[linux-cifs-client] [PATCH 0/7] [CIFS] stop faking up permissions when the server doesn't support it

Jeff Layton jlayton at redhat.com
Mon May 5 19:16:21 GMT 2008

Simo and I brought this up a few months ago, but I've just recently come
up with a more comprehensive patch for it.

CIFS allows inodes to have permissions that are not and cannot be stored
on the server. When unix permissions are not negotiated and cifsacl
isn't enabled, the cifs client will allow userspace to change the
ownership and mode of an inode. These permissions are not stored on the
server. If the inode is pushed out of the cache, this information is

This can happen in two different ways:

1) unmounting and mounting a share (or rebooting the client) can cause
the inode to pick up the default file/dir mode of the share.

2) memory pressure. Here's an easy reproducer. Mount up a CIFS share w/o
unix extensions on a box with 512M of memory. Create a file on the share
and set its mode to something besides the file_mode of the share.

    # touch /mnt/cifs/testfile.txt
    # chmod 0644 /mnt/cifs/testfile.txt 

...increase the vfs_cache_pressure (I've been able to reproduce this problem without this, but it makes the reproducer more reliable):

    # echo 1000 > /proc/sys/vm/vfs_cache_pressure

...now, dd a file to the share that will exert memory pressure:

    # dd if=/dev/zero of=/mnt/cifs/testfile2.txt bs=4k count=262144

...when it completes, check the mode of the first file again. In many
cases, it will have reset. We can *never* be 100% sure that this mode
will stick. This is entirely unpredictable -- it could happen at any

Another problem here is that when creating a file, only the mode is
preserved. The uid/gid of the creator isn't. This essentially means that
we're allowing userspace processes to create files and directories with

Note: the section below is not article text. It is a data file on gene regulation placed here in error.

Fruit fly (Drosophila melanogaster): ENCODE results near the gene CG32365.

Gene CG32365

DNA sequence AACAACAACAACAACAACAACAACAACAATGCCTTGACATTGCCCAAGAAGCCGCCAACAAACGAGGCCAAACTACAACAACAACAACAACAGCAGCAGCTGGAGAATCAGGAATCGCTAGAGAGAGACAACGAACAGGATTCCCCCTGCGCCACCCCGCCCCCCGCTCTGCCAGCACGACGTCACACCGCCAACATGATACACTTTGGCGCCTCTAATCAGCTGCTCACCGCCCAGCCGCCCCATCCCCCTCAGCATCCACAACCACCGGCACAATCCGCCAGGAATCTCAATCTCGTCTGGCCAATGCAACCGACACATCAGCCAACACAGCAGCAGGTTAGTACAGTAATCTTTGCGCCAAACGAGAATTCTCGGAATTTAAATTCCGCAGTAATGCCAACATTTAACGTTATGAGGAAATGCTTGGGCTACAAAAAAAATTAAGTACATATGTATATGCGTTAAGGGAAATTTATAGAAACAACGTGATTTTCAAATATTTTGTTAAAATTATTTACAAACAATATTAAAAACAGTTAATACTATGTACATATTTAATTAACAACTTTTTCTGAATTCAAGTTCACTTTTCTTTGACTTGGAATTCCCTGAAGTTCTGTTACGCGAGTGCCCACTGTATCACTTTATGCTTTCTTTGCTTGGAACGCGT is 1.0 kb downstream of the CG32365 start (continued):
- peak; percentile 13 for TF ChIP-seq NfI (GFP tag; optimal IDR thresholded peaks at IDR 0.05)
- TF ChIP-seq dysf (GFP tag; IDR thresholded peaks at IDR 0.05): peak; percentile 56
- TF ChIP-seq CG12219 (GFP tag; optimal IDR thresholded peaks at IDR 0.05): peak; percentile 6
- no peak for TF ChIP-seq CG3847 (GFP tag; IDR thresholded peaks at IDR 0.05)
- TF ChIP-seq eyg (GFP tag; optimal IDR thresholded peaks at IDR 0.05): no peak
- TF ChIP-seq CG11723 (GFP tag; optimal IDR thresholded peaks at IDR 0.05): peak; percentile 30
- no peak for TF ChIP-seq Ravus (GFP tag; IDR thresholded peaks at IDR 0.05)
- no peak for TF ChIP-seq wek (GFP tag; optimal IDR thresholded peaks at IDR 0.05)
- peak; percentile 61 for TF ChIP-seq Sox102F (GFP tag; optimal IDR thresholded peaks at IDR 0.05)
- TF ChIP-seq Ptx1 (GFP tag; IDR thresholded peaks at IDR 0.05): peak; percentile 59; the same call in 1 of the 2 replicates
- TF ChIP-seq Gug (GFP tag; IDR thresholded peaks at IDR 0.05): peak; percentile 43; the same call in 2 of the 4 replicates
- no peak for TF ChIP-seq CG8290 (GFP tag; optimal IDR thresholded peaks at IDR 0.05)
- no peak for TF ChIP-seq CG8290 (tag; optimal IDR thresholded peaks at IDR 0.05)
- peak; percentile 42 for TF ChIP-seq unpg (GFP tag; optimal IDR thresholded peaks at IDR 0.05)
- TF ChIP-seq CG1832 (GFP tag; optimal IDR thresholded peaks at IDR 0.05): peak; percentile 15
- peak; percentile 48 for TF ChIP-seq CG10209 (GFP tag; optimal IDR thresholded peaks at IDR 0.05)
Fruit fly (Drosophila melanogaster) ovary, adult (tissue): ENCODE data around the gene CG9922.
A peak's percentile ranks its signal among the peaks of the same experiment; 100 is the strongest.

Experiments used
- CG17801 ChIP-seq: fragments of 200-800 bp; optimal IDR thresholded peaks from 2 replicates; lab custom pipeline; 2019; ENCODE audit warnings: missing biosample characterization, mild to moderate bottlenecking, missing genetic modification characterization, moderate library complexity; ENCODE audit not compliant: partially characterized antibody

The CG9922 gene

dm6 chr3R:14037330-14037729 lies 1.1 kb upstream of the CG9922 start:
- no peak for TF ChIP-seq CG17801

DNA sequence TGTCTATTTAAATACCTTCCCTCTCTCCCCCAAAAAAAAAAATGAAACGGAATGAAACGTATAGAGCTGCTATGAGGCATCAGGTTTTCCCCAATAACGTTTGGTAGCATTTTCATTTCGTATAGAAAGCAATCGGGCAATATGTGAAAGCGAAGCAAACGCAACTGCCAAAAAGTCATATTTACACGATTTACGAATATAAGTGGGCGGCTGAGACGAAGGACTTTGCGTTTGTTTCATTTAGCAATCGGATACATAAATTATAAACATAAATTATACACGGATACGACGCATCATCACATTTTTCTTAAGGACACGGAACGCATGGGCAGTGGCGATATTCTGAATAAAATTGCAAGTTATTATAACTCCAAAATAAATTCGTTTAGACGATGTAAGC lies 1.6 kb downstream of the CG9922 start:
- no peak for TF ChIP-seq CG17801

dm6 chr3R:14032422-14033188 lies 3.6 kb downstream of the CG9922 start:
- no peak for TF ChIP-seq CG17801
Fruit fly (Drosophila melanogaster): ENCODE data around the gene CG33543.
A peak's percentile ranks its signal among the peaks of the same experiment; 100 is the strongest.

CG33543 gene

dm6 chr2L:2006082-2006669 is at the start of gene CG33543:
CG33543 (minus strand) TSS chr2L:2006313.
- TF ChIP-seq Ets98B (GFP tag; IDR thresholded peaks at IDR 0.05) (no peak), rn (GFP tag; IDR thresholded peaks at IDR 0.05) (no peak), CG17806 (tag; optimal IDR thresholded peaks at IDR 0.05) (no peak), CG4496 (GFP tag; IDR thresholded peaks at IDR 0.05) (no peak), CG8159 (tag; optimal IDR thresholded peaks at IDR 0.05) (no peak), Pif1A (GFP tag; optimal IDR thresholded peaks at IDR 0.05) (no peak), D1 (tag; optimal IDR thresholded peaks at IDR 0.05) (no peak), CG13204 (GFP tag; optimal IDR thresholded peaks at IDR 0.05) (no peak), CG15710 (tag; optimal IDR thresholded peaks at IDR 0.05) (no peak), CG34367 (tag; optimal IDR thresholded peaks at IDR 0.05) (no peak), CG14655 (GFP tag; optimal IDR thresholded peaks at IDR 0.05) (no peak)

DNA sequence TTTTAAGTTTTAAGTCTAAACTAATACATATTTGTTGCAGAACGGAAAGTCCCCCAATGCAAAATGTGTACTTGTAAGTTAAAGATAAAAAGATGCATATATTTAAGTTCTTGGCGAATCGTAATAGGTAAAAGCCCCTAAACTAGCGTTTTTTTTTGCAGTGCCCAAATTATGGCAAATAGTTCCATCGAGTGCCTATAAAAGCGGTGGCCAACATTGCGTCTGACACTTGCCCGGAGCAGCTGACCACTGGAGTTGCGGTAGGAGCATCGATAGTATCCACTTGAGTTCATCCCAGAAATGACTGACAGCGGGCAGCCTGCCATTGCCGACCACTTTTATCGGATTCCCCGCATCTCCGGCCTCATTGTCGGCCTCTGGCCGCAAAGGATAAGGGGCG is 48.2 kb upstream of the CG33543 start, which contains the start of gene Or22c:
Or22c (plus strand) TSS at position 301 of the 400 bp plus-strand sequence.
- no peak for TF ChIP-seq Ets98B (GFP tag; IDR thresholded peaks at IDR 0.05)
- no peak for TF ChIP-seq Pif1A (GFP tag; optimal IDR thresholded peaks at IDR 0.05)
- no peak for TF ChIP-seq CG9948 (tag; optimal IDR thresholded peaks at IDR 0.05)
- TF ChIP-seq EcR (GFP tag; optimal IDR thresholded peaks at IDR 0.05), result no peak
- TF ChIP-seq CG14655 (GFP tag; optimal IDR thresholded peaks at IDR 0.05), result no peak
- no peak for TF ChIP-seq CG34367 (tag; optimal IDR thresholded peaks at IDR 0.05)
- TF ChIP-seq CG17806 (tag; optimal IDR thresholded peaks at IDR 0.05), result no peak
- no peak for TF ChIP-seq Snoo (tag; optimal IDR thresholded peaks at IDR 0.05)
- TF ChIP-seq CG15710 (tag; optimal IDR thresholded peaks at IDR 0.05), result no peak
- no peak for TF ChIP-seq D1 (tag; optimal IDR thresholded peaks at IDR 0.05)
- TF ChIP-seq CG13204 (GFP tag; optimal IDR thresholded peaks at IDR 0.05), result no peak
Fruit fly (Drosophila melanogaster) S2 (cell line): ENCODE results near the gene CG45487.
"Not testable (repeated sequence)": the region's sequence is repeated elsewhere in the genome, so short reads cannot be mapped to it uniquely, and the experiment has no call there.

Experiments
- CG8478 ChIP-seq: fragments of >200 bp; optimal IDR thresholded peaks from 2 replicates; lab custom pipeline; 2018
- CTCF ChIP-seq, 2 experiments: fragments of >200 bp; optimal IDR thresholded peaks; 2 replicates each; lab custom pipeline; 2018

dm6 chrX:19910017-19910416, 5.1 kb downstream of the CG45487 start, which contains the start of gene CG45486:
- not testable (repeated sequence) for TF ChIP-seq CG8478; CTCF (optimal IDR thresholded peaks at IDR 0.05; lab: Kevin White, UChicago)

arbitrary modes that are owned by a different user. While I've not been
successful in exploiting this, it seems risky to me. It's also
problematic. If I create a directory or file with a restrictive mode,
then I may not have permissions to access it since I don't own it.

Finally, things like the setgid bit on the parent directory are not
respected. We may not have enough information to actually set the mode
correctly, even if we did just want to set it in the local inode cache.

Even if this somehow helps some apps to work or test suites to pass,
inconsistent behavior like this is very risky. It's better to just
break apps that are depending on this behavior than to have apps that
work 99% of the time with this and then unpredictably break the other 1%
of the time. We can't overstate the value of consistent behavior when it
comes to building reliable systems.

This patchset is an attempt to correct this behavior. It basically makes
it so that when unix extensions and cifsacl are disabled, that we
make all inodes have the file/dir mode of the share. The main exception
is the ATTR_READONLY bit. The patchset adds some special handling for
that to attempt to reflect this in the mode. We had some special
handling of it before, but it was a bit inconsistent.

Signed-off-by: Jeff Layton <jlayton at redhat.com>

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